# axb=-bxa, why?

by Starwatcher16
Tags: cross product, quaternions
 P: 53 axb=-bxa, why?
 P: 9 a or b = 0?
Mentor
P: 37,583
 Quote by Starwatcher16 axb=-bxa, why?
Because of the Right Hand Rule.

P: 53

## axb=-bxa, why?

 Quote by berkeman Because of the Right Hand Rule.
I have two vectors perpendicular to each other in the xy plane, if I take their cross product, I get another vector in the z plane.

I don't understand why one should be going +z, as opposed to the other way.
P: 614
 Quote by Starwatcher16 I have two vectors perpendicular to each other in the xy plane, if I take their cross product, I get another vector in the z plane. I don't understand why one should be going +z, as opposed to the other way.
Because there is no logical way they should go so we just defined AxB as -BxA and it follows the right hand rule in a right handed coordinate system. The cross product is a vector perpendicular to both the crossed vectors and its length is the area of the parallelogram you get, the deal is that either up or down works for this definition so we just have to define either AxB or BxA as up and then the other down, which is why AxB=-BxA.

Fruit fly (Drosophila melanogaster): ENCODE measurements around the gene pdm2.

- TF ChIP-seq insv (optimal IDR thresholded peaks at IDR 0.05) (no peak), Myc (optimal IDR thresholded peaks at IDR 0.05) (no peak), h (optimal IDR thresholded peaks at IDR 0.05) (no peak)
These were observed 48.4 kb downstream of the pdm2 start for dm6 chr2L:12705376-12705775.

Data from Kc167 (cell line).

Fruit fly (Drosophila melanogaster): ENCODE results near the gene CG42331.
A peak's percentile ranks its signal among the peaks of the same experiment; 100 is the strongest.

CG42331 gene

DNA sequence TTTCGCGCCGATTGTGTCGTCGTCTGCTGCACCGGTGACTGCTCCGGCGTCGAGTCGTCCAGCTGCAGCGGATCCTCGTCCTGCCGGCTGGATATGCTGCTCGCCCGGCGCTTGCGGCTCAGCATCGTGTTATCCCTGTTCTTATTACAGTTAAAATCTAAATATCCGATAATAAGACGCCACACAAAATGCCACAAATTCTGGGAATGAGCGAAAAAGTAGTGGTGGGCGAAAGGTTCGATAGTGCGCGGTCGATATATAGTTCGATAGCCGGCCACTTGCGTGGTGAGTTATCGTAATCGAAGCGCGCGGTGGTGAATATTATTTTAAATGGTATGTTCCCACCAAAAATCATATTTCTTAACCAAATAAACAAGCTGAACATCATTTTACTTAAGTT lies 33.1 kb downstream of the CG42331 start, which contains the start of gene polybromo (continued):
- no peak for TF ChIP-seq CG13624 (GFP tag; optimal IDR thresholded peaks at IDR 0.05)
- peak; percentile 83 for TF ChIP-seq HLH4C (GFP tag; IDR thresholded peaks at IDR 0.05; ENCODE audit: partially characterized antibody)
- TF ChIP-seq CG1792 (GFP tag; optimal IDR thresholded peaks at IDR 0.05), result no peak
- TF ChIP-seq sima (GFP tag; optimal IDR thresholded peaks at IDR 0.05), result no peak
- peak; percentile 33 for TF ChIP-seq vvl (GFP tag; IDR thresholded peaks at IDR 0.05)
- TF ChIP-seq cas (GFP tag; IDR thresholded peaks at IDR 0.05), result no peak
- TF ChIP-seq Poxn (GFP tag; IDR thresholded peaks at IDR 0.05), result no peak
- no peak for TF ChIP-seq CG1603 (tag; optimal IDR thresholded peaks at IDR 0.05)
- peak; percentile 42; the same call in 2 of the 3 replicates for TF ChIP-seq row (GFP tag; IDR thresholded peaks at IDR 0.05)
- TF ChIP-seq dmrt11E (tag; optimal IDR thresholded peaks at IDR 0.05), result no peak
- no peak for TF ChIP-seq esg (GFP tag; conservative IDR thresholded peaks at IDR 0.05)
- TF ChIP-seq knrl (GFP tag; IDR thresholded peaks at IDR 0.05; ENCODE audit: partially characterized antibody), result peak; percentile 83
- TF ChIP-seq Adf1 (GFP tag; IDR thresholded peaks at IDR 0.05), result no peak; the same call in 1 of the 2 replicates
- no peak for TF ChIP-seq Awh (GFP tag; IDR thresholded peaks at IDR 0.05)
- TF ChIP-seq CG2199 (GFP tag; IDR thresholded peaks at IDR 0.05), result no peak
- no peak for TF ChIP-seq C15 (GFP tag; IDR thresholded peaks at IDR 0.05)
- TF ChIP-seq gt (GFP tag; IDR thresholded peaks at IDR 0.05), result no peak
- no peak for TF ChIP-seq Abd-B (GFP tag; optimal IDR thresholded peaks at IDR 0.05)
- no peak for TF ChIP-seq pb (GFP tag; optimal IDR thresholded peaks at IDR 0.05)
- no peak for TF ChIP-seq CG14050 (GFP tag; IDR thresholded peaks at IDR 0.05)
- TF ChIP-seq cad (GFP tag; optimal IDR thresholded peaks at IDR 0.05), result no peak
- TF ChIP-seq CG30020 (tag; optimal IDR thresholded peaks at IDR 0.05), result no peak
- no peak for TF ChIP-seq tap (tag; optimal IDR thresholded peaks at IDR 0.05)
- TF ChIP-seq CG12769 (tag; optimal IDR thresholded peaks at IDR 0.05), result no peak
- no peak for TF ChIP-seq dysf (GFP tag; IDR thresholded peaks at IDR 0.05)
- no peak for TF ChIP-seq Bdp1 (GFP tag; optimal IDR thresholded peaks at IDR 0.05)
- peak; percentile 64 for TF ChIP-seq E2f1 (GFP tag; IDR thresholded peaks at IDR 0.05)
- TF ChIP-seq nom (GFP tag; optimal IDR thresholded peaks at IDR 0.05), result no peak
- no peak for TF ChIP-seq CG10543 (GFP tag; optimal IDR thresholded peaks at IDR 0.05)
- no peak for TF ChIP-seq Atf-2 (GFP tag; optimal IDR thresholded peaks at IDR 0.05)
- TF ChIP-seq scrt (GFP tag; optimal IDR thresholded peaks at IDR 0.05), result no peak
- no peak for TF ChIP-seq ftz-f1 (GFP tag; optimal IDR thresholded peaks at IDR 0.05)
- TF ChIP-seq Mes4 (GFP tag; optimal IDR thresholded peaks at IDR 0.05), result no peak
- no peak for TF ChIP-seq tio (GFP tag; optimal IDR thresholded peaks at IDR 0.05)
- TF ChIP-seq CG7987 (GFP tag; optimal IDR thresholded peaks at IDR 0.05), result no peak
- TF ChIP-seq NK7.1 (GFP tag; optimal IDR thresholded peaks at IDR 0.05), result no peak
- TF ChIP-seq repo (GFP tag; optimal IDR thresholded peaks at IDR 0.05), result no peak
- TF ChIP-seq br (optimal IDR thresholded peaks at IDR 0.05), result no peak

P: 50 compute it using determinants and you should see why
 P: 290 $$|A\times B| = |A||B|\sin{(\theta_B-\theta_A)}$$ $$|B\times A| = |A||B|\sin{(\theta_A-\theta_B)}=|A||B|\sin{-(\theta_B-\theta_A)}=-|A||B|\sin{(\theta_B-\theta_A)} = - |A\times B|$$
 P: 490 Uhhh, qntty... I believe the magnitudes of the two vectors are the same. ;(((
 P: 827 Why? Do the math with the definition of the cross product using the epsilon tensor which is antisymmetrical under the exchange of two indices: $$(a \times b)_i &=& \sum_{j=1}^3 \sum_{k=1}^3 \epsilon_{ijk}a_jb_k \\ &=& \sum_{j=1}^3 \sum_{k=1}^3 - \epsilon_{ikj}a_jb_k$$ renaming of indices changing summation order: $$&=& \sum_{j=1}^3 \sum_{k=1}^3 - \epsilon_{ijk}a_k b_j \\ &=& - (b \times a)_i$$